Suspect in Kansas City Jewish center killings appears in court

OLATHE Kan. Thu May 29, 2014 11:47am EDT

Frazier Glenn Cross Jr, also known as Glenn Miller, sits in a Johnson County courtroom for a scheduling session in Olathe, Kansas April 24, 2014.  REUTERS/John Sleezer/The Kansas City Star/Pool

Frazier Glenn Cross Jr, also known as Glenn Miller, sits in a Johnson County courtroom for a scheduling session in Olathe, Kansas April 24, 2014.

Credit: Reuters/John Sleezer/The Kansas City Star/Pool

Related Topics

OLATHE Kan. (Reuters) - A white supremacist charged in the killings of three people at two Jewish facilities near Kansas City in April made a brief appearance in court on Thursday, acknowledging charges recently added against him.

Johnson County District Court Judge Thomas Kelly Ryan also set a preliminary hearing for November 12-14 for Frazier Glenn Cross, 73, also known as Glenn Miller, who is charged with capital murder in the Palm Sunday shooting spree that roiled the nation.

Cross faces capital murder charges for the fatal shooting on April 13 of Reat Underwood, 14, and his grandfather William Corporon, 69, as they stood outside a Jewish community center. Cross is also charged with first-degree premeditated murder for the subsequent killing of Terri LaManno, 53, outside the nearby Village Shalom Jewish retirement home.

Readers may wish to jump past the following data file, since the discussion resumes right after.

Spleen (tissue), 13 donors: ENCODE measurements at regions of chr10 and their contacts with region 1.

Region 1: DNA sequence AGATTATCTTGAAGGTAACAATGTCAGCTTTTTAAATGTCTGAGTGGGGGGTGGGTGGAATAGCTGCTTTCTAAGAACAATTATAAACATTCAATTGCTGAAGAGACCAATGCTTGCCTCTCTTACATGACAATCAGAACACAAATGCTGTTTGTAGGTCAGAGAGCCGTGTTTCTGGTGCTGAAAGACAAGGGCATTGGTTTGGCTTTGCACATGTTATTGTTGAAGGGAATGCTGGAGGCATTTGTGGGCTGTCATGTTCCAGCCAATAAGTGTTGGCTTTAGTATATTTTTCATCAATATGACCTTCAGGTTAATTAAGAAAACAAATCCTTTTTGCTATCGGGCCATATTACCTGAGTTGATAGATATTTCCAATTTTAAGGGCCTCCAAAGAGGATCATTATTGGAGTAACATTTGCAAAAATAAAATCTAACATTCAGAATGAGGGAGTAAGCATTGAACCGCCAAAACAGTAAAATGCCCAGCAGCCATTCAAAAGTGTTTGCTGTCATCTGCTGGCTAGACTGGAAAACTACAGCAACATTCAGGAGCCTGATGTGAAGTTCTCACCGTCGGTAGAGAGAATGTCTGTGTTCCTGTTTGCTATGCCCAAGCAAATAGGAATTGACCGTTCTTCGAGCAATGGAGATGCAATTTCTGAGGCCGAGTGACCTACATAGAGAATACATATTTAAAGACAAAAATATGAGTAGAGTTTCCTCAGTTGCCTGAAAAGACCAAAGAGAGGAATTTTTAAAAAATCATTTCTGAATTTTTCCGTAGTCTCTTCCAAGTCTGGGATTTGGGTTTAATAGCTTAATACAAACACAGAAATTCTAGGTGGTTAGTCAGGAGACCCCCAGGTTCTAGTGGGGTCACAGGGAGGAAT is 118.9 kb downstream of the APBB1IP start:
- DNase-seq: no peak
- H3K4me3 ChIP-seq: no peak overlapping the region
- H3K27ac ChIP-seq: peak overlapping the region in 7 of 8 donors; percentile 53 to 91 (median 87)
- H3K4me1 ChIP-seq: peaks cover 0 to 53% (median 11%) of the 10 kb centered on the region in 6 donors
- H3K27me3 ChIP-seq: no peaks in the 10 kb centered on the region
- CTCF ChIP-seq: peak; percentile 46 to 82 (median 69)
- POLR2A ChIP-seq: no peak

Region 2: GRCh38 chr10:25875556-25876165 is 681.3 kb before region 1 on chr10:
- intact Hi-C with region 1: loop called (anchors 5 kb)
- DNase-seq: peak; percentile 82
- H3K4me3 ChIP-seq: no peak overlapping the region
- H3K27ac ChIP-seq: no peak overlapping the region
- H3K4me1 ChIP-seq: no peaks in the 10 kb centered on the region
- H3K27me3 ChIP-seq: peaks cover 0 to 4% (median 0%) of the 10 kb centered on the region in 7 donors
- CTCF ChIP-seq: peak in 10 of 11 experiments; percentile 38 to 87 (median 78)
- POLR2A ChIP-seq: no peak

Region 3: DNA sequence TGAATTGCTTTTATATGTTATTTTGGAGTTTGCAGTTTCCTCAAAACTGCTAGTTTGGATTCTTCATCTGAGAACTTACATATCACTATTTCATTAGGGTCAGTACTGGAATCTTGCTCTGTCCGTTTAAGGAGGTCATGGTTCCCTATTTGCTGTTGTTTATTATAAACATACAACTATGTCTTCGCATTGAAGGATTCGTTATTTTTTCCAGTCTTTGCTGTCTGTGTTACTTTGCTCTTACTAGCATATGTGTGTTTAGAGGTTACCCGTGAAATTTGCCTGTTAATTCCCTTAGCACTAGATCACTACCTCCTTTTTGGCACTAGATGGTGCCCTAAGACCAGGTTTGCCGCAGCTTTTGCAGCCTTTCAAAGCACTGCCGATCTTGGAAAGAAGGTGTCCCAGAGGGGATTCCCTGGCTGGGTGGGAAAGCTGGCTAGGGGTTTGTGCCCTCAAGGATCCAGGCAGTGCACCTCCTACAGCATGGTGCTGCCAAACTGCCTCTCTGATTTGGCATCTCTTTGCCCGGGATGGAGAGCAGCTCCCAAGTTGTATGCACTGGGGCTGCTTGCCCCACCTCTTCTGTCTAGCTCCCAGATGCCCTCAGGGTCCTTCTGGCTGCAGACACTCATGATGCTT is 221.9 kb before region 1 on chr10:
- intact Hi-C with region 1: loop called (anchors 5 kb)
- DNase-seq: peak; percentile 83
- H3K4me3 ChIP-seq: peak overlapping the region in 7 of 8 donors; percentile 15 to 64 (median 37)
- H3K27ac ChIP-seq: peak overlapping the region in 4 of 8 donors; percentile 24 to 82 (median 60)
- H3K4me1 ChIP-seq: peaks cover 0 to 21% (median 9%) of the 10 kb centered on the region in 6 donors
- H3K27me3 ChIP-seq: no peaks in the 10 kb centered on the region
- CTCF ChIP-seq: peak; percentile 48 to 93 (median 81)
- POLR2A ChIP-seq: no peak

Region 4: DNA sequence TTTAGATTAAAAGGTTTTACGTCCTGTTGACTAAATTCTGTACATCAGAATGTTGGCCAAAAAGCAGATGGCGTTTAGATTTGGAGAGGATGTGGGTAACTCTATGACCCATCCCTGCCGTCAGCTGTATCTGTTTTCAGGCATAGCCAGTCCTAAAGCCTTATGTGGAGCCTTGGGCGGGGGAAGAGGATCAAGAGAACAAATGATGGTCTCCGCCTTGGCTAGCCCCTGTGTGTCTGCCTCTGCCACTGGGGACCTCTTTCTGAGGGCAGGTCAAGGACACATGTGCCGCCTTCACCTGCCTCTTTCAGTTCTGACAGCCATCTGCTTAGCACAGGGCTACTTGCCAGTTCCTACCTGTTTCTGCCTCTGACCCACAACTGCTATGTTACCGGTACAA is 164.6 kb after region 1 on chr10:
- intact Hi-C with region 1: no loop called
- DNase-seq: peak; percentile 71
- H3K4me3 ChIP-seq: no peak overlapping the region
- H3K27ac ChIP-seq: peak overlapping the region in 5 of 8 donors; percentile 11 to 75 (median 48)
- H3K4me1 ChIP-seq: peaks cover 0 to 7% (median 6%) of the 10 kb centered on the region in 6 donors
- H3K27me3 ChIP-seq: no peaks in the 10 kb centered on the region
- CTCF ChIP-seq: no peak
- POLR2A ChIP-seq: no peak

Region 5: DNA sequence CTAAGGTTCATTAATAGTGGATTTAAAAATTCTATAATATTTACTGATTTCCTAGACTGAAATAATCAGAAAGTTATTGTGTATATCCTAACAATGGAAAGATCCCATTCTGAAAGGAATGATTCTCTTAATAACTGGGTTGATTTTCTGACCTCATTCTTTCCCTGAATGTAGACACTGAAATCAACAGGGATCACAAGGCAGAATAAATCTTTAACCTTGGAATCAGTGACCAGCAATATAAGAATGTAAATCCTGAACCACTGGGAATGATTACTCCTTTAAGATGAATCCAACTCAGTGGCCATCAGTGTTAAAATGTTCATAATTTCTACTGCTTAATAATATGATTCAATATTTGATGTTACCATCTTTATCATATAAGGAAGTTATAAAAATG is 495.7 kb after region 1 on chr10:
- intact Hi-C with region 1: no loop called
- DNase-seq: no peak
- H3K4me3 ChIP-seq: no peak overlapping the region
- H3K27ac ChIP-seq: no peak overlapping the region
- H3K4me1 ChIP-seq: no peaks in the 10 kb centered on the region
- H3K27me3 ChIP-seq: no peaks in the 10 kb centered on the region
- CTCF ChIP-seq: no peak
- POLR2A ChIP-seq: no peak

While none of those victims was Jewish, Cross, of southwest Missouri, is also accused of firing on other people at the Jewish facilities in an upscale area of Overland Park, Kansas, a part of suburban Kansas City.

In connection with those shootings, he was charged on Tuesday with attempted first-degree murder of three men, aggravated assault against a woman, and for discharging a firearm in an occupied building.

Cross, being held on $10 million bond, was known to law enforcement and human rights groups as a former senior member of the Ku Klux Klan and someone who had repeatedly expressed hatred for Jewish people.

Johnson County District Attorney Stephen Howe has said the capital murder charge gives prosecutors the option of seeking the death penalty. A conviction would automatically carry a sentence of life without parole.

(Reporting by Kevin Murphy in Olathe; editing by Gunna Dickson)

FILED UNDER:
Comments (0)
This discussion is now closed. We welcome comments on our articles for a limited period after their publication.